Didier Drogba and Nicolas Anelka were well into their 30s when they swapped Chelsea for Shanghai in 2012, but the latest big money arrival is 29-year-old Jackson Martinez. This week, he joined Guangzhou Evergrande from Atletico Madrid for a mammoth £31.5m fee, the biggest paid this year. Significantly, he chose to move to China despite interest from clubs in Europe, including Premier League high-flyers Tottenham Hotspur.

Last month, Chelsea offloaded Ramires, 28, to Jiangsu Suning for £21m, while former Arsenal player Gervinho, also 28 and a better player than Gunners fans will remember, joined Hebei China Fortune for £13.5m.

Managers including Sven-Goran Eriksson, Luiz Felipe Scolari and Dan Petrescu are also now plying their trades in the Far East.

“China’s spending power is expected by Fifa analysts to keep rising and the clubs have the funds to sign top stars,” says The Times.

With China aiming to one day host a World Cup, the country’s wealthiest are responding to the “political signals to invest in football”, says the Financial Times. “The booming transfer market in China comes amid an influx of money into the Chinese game, driven by tycoons seeking political favours but also by genuine optimism about the prospects for football in the country as it seeks to develop sports.”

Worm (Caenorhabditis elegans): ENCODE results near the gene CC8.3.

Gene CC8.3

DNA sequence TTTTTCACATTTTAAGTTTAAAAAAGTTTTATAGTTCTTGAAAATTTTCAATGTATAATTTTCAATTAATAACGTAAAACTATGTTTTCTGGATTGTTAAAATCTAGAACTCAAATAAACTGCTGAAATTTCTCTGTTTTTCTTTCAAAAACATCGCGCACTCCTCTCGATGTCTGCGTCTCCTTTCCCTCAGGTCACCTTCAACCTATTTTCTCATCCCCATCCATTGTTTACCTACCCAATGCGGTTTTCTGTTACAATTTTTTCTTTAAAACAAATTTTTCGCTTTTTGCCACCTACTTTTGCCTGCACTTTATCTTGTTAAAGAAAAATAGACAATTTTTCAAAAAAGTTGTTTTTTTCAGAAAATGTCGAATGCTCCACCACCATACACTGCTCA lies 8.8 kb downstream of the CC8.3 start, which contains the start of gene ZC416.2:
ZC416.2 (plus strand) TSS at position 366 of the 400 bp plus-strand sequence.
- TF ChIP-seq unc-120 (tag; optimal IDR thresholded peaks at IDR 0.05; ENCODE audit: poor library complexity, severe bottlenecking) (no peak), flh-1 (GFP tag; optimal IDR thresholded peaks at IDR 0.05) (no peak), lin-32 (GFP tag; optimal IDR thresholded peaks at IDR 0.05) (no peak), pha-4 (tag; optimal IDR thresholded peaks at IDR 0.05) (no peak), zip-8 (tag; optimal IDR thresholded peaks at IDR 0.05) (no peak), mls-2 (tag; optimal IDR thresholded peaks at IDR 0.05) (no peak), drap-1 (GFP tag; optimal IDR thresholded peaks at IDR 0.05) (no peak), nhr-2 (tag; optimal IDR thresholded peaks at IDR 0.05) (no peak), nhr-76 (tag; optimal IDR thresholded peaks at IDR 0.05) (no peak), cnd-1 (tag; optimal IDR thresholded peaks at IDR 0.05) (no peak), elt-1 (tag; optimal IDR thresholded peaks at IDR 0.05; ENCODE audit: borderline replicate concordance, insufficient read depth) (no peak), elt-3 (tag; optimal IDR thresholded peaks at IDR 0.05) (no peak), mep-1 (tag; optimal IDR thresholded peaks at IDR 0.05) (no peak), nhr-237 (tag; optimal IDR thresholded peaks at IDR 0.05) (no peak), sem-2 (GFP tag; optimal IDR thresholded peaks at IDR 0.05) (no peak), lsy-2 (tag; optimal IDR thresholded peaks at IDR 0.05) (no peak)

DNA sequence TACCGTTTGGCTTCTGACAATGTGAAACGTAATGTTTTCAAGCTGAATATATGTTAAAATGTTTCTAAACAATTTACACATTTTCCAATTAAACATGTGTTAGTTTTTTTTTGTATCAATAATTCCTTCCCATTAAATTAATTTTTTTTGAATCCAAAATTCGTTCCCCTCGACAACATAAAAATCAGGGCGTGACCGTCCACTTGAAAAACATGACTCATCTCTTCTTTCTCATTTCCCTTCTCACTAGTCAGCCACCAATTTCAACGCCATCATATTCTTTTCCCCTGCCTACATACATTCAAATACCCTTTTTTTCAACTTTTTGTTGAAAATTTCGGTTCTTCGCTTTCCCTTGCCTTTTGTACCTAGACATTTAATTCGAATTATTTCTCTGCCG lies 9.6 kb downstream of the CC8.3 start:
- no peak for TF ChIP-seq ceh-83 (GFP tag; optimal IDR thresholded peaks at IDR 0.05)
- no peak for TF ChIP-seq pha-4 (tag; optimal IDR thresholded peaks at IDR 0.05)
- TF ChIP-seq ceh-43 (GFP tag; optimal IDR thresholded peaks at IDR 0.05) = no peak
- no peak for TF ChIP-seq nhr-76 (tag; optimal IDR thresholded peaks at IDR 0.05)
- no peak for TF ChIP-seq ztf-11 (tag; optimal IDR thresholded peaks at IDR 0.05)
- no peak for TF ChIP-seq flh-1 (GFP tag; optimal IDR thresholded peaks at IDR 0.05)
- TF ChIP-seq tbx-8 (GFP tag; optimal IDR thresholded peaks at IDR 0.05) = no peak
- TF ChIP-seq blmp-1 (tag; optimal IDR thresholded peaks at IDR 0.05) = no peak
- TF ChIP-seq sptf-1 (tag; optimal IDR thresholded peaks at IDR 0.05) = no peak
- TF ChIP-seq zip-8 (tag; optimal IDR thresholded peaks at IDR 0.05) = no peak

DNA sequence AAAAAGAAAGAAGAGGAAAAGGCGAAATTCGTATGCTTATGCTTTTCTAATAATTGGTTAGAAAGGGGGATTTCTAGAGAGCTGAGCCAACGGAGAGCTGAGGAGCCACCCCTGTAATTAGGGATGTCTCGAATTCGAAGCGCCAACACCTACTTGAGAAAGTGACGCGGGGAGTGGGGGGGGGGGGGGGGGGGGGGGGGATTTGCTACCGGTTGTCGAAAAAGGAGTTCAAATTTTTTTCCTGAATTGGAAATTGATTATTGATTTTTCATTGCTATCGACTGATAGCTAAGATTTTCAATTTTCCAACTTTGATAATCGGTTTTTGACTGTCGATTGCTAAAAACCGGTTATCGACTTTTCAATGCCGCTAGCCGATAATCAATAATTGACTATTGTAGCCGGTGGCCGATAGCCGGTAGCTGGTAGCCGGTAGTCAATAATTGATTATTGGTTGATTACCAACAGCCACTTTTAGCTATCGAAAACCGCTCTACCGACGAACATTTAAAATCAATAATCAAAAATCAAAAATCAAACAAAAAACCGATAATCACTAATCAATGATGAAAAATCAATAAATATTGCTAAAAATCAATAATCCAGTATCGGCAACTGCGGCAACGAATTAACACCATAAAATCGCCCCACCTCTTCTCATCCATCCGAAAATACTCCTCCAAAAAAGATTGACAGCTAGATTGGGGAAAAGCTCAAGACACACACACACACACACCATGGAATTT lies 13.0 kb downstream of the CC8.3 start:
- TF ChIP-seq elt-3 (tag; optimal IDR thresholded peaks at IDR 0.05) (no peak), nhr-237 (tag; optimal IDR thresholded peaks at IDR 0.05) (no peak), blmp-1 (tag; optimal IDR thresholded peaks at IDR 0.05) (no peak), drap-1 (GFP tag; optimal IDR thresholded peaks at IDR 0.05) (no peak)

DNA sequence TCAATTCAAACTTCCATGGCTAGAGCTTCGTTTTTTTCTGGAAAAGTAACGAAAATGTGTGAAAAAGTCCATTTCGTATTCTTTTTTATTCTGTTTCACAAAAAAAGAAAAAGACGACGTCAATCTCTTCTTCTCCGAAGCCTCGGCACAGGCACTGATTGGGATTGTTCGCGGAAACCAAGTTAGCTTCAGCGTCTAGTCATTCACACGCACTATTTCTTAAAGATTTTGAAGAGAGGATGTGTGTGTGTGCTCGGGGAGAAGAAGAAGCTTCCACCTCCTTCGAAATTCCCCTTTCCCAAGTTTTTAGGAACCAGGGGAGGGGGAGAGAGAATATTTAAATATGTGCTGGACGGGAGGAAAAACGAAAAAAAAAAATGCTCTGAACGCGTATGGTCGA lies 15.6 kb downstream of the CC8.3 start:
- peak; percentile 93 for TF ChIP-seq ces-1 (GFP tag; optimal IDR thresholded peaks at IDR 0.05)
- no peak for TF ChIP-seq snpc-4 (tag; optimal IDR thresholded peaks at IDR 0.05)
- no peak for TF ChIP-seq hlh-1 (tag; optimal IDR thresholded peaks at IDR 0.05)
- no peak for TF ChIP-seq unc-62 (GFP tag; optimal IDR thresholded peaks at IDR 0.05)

However, the influx of foreign talent could have a negative consequence, rather as it did in the US in the late 1970s.

Money that “could be spent on training young players [is] instead going into transfer fees and salaries”, says the Mail. Furthermore, President Xi only has two terms in office and unless his successor is also a football fan, China’s politically led football revolution could come to an abrupt end.

“Recent history suggests not all big-name moves end well,” warns the FT. Drogba and Anelka lasted only one season in Shanghai after joining in 2012, and left “amid reports that they were not paid the salaries promised them”.

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Chinese Super league